The Brexit era in UK foreign policy coincides with a time when world order is increasingly under strain. Long-wave trends like American strategic rebalancing, the rise of China, Russia’s resurgence, and the EU’s dysfunction, are maturing and converging. The Middle East still matters after Brexit. It will continue to loom large among Britain’s concerns. None of the problems that have so vexed our leaders in recent years are yet resolved.
Making Brexit a success requires not just free trade deals but also peace, security and stability in the international system. On the face of it, UK Middle East policy should be, by and large, unaffected by leaving the EU because it largely rests on bilateral relations – in close coordination with the United States – and has little to do with the EU to begin with. Things like our partnerships in the Gulf, our current engagement with the anti-ISIL Coalition or with the UN efforts in Libya, will follow their course as before June 23rd. The frustrations and exertions across the arc of conflict from North Africa to Mesopotamia will continue. We need a broader policy for the Middle East; we cannot ignore its problems as continue to impact upon our security – and long-term strategic interests – almost daily.
A key theme in the Middle East is America’s diminishing regional role. This has been largely prompted at a grand strategic level by a rebalancing toward the Pacific, and at a local level by setbacks in Syria and in relations with Sunni allies over the nuclear accord with Iran. It is an open question whether the damage to the US position is already too great that the next US president, even if he/she wished it, could restore US primacy at an acceptable cost. Events are moving quickly, and nothing evaporates faster in the heat of the Middle East than the influence of yesterday’s power; so, much hangs on reversing that perception. This trend is highly damaging to British interests given that UK Middle Eastern policy – especially in the Gulf – is so intertwined with American policy. Any reorientation of local allies away from the US will inevitably strain our relations with them as well. In the end, America’s pivot means that the UK either needs to do more on its own – and show leadership in filling a growing void – or act in a way that encourages a return of American confidence and involvement in the wider Middle Eastern region.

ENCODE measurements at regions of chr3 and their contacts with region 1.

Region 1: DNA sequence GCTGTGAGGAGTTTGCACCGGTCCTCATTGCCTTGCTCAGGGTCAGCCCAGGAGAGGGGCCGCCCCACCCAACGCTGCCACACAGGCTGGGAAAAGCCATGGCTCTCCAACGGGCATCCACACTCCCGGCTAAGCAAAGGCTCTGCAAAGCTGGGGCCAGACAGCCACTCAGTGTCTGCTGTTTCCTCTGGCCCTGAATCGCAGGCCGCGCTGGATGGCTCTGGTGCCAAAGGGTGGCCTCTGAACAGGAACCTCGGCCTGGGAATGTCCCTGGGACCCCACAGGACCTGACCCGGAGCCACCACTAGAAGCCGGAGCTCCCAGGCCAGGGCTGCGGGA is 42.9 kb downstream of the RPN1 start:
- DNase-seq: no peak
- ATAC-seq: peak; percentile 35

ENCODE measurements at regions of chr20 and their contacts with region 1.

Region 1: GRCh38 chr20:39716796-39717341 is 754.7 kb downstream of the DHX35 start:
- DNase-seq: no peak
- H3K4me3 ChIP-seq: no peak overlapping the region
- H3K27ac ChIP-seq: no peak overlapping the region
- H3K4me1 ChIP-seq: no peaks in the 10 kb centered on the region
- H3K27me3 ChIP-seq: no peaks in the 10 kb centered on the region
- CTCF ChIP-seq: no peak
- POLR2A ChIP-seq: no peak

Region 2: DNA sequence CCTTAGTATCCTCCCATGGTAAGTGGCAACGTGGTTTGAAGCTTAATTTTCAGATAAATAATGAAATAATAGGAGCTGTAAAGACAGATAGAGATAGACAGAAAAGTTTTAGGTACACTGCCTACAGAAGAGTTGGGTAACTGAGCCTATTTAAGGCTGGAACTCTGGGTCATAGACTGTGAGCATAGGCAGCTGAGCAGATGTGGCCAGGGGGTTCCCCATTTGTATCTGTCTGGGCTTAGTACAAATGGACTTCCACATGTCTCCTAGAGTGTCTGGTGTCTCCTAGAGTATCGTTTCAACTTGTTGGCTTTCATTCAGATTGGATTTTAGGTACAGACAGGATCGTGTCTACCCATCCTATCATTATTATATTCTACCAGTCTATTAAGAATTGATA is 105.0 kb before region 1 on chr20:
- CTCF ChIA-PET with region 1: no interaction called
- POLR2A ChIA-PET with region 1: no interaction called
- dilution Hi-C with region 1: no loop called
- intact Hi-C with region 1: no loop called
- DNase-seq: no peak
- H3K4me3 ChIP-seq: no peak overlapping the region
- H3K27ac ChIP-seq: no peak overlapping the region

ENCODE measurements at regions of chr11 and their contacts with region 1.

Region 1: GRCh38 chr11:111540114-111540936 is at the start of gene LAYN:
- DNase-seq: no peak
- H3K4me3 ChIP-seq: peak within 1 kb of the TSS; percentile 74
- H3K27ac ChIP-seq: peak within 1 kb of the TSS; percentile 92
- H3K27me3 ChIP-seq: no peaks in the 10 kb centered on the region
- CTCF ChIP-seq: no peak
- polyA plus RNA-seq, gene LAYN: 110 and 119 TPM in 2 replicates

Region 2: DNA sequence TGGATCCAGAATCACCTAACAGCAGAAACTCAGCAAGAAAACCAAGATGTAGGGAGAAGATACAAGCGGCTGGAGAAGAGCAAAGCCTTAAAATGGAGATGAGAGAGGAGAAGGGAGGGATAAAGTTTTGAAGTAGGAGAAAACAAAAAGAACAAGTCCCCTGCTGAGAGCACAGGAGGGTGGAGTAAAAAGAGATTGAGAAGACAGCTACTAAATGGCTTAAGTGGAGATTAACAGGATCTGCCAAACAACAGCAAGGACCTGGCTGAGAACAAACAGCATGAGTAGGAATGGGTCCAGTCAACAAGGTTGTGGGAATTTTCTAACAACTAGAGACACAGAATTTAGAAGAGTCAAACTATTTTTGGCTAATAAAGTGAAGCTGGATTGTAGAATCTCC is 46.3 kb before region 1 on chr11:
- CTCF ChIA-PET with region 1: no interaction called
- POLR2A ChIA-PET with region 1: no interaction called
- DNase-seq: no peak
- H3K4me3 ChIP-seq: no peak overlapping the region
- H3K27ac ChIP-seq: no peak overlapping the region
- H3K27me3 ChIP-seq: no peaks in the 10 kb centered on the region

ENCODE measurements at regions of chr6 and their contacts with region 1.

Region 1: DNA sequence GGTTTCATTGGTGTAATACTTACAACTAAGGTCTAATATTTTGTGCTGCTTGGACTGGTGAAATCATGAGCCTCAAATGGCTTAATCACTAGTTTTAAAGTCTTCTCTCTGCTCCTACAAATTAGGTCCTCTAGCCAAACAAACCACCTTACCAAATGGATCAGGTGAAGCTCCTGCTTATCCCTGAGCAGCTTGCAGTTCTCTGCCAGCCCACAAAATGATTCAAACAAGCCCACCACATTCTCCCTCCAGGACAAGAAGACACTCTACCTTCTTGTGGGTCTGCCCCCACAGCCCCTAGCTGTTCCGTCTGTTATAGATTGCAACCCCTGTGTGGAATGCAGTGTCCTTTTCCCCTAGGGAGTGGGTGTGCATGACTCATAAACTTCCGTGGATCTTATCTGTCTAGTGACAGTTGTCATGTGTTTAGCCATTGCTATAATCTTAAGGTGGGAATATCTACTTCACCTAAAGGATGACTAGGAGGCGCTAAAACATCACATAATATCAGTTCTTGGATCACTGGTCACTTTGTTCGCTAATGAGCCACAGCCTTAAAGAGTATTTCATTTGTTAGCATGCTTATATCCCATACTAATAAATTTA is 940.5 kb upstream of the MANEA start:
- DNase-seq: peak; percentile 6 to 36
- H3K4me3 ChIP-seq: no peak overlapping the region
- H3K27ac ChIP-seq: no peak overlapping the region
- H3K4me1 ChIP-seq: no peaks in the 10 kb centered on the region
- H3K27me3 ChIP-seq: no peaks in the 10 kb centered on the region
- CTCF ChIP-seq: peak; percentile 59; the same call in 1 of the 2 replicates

What is needed most of all – and what has been missing in recent years – is a restoration of a clear political will to act, including militarily when required by exceptional circumstances. The December 2015 debate in parliament over extending anti-ISIL airstrikes from Iraq into Syria, in the wake of the Bataclan attacks, is only the most recent measure of our extreme reluctance to use force. However, as events in Syria amply demonstrate, wartime diplomacy that is not backed by real force remains impotent – a constant lesson of history we have curiously forgotten.
Questions of intervention and non-intervention are nothing new, and the balance of attitudes toward them keeps swinging back and forth over time. Given the dangers we are facing now, the Iraq War “syndrome”, which has produced an outsized recoil of Western policy from the real problems of the Middle East, should be put to rest. Any notion that non-intervention reflects a higher standard of morality and humanitarian concern – let alone a wiser strategy for peace and security – has surely long been obliterated by the hecatombs of Syria and the ascendancy of powerful adversaries. These choices are always difficult but we cannot wish them away.
And for all we have already seen in recent years, we are likely standing on the cusp of even greater change in the Middle East. The prospects for regional security are worsening, driven by the widespread jihadi terrorism and the ascendancy of Iran. The jihadi problem has become chronic and the longer it exists the more difficult it will be to defeat as many years of war will have generated many thousands of hardened, experienced fighters and resilient terrorist networks. The current sense of the ISIL threat somewhat receding is likely false. As they eventually lose control of territory, they will likely go to ground, and prepare for the next opportunity to re-emerge on the Middle Eastern battlefields when the international coalition pressure eases off. In the meantime, they will likely increase their focus on Western targets.
Iran presents an arguably even greater challenge. What is certain about the nuclear deal is that at the end of it Tehran will be likely richer, better armed and ready for the final sprint to the bomb. It will be able to continue its assertive policies in the Middle East from a position of strength, not weakness. Whether it will decide to forego that option, and become a partner to the West, is uncertain and perhaps unlikely.
All this impacts Britain’s national security and strategic interests, by putting pressure on our allies – in the Middle East and Europe – and of course via the threat of terrorism at home.